In 2008, to understand how citizens are communicating with their Members of Congress and what motivates them to do so, CMF commissioned a nationwide survey of citizens to address their methods, reasons, and expectations with regard to their communications with Capitol Hill. The resulting report discusses the results of this research with over 10,000 citizens.
CWC_CitizenEngagement.pdf 2.52 Mb
- Almost half of adult Americans contacted Congress in the last five years to support, oppose or learn more about issues of interest to them.
- The majority of people surveyed do not believe Congress is interested in what they have to say, but they want Members' to keep them informed of their views and activities and of the policy issues being debated in Washington.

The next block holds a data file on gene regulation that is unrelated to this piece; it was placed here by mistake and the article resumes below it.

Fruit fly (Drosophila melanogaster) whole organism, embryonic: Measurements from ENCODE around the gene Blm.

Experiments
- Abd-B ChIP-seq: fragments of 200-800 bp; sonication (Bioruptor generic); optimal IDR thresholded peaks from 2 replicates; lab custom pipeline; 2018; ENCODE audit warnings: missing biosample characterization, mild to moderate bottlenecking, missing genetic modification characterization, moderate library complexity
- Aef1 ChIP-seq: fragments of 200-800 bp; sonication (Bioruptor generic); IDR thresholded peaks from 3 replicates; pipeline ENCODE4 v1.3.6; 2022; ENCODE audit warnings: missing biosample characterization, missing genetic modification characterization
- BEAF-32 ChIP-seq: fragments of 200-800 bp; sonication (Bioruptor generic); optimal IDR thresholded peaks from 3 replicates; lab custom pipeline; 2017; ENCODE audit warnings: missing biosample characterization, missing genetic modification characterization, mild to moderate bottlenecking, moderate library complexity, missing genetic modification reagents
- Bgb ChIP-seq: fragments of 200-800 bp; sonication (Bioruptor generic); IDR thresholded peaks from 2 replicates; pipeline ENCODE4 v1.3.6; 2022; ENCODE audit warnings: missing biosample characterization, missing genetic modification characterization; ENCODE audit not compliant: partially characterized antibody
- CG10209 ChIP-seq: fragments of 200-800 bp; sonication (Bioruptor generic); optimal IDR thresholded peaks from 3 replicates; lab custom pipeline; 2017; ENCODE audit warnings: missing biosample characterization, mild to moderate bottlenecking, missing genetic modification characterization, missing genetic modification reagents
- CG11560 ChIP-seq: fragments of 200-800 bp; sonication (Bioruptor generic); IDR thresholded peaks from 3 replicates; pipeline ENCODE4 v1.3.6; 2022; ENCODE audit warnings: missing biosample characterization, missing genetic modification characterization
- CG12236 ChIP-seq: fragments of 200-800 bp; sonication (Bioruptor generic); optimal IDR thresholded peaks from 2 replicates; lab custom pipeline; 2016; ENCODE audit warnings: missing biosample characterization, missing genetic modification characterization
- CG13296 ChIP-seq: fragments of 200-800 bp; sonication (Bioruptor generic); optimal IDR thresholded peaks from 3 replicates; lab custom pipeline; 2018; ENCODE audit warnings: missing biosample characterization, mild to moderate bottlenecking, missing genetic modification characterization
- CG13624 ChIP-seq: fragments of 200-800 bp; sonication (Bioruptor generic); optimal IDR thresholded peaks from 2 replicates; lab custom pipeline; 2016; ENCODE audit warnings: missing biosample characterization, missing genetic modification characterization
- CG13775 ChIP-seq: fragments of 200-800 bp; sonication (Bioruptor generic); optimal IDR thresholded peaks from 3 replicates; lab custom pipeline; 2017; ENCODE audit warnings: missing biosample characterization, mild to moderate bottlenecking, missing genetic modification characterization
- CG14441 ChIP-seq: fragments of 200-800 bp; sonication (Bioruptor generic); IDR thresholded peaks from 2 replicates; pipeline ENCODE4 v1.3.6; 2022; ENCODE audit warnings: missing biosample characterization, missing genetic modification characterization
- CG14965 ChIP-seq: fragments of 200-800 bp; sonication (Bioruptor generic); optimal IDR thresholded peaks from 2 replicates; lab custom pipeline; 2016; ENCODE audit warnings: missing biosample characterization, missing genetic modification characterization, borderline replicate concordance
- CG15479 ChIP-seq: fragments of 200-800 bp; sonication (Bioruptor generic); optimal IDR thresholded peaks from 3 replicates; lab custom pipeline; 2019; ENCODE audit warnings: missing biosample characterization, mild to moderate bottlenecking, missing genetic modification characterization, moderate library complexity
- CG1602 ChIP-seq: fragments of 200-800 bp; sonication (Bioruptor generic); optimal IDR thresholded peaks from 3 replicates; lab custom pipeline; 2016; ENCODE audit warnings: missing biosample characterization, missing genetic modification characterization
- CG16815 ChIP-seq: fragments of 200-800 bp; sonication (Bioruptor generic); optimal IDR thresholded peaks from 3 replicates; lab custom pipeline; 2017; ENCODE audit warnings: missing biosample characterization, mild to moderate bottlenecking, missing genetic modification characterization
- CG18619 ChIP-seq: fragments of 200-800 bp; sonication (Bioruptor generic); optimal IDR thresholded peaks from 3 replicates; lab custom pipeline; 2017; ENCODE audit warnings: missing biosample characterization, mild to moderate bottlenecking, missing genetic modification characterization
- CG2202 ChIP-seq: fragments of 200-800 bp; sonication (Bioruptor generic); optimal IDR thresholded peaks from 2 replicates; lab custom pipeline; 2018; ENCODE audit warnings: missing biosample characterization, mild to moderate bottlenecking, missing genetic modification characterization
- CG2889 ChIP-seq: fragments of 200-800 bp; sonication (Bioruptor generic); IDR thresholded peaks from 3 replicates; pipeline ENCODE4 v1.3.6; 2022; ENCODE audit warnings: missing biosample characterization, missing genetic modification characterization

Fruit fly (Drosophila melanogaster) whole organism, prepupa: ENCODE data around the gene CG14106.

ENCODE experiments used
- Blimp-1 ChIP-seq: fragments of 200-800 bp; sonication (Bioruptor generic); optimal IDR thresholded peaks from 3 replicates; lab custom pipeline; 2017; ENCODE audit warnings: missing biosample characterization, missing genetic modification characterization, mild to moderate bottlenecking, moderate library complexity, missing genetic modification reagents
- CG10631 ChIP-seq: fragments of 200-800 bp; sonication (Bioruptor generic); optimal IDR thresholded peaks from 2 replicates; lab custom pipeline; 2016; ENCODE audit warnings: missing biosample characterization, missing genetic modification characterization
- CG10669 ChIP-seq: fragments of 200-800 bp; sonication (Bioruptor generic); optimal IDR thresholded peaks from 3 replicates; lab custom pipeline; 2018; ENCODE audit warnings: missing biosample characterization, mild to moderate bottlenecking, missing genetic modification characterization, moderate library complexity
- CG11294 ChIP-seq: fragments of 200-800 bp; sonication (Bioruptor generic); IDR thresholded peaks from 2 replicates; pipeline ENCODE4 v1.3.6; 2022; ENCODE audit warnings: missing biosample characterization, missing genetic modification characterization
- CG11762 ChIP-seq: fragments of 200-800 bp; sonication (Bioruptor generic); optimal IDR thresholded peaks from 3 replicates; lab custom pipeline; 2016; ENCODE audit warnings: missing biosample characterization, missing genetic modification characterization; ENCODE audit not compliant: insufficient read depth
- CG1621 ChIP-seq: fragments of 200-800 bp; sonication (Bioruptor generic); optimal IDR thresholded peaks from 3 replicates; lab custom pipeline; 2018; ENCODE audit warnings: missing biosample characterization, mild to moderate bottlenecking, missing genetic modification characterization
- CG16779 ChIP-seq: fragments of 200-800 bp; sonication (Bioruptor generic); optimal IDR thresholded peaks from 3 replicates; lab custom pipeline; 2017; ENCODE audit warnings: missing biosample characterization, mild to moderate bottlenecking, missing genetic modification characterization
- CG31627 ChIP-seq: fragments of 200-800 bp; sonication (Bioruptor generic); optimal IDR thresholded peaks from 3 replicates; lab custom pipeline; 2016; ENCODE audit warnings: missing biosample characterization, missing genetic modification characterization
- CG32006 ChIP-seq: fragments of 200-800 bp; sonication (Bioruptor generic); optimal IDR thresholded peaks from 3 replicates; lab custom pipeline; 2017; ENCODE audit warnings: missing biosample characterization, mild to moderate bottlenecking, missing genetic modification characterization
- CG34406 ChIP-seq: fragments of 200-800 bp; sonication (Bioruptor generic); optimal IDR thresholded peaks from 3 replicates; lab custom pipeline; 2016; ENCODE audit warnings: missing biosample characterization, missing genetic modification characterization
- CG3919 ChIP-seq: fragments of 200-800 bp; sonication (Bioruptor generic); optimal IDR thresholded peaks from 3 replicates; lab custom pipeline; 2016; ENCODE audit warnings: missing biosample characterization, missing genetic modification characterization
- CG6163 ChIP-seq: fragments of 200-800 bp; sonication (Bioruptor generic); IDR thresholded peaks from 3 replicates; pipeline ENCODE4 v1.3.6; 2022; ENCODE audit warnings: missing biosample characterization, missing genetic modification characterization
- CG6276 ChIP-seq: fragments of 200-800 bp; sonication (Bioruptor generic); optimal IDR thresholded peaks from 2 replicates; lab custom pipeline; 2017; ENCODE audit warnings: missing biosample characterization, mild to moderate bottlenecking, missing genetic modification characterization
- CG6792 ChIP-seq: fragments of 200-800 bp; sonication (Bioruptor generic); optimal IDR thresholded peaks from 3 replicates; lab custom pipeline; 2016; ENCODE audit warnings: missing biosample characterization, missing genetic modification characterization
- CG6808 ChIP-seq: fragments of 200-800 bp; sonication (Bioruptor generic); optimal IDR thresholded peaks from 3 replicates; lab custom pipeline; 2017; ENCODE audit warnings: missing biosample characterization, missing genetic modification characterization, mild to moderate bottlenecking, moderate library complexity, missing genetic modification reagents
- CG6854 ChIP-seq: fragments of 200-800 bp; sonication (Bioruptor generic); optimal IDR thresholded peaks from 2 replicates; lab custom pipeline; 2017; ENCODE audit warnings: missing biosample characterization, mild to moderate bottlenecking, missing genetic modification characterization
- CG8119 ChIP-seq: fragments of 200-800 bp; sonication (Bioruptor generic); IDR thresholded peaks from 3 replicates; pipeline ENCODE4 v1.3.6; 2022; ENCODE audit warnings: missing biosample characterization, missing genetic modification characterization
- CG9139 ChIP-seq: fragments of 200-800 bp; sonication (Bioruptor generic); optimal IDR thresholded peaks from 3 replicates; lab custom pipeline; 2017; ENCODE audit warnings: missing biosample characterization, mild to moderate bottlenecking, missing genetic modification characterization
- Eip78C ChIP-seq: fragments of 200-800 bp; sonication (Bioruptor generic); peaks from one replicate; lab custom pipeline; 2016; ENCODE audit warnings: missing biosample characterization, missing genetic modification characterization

- Those who had contacted Congress tended to be more politically active in other ways than those who had not.
- The Internet has become the primary source for learning about and communicating with Congress.
- A majority of people who contacted Congress had been asked to do so by a third party - primarily through interest groups - and they place a high value on the role of advocacy campaigns in our democracy.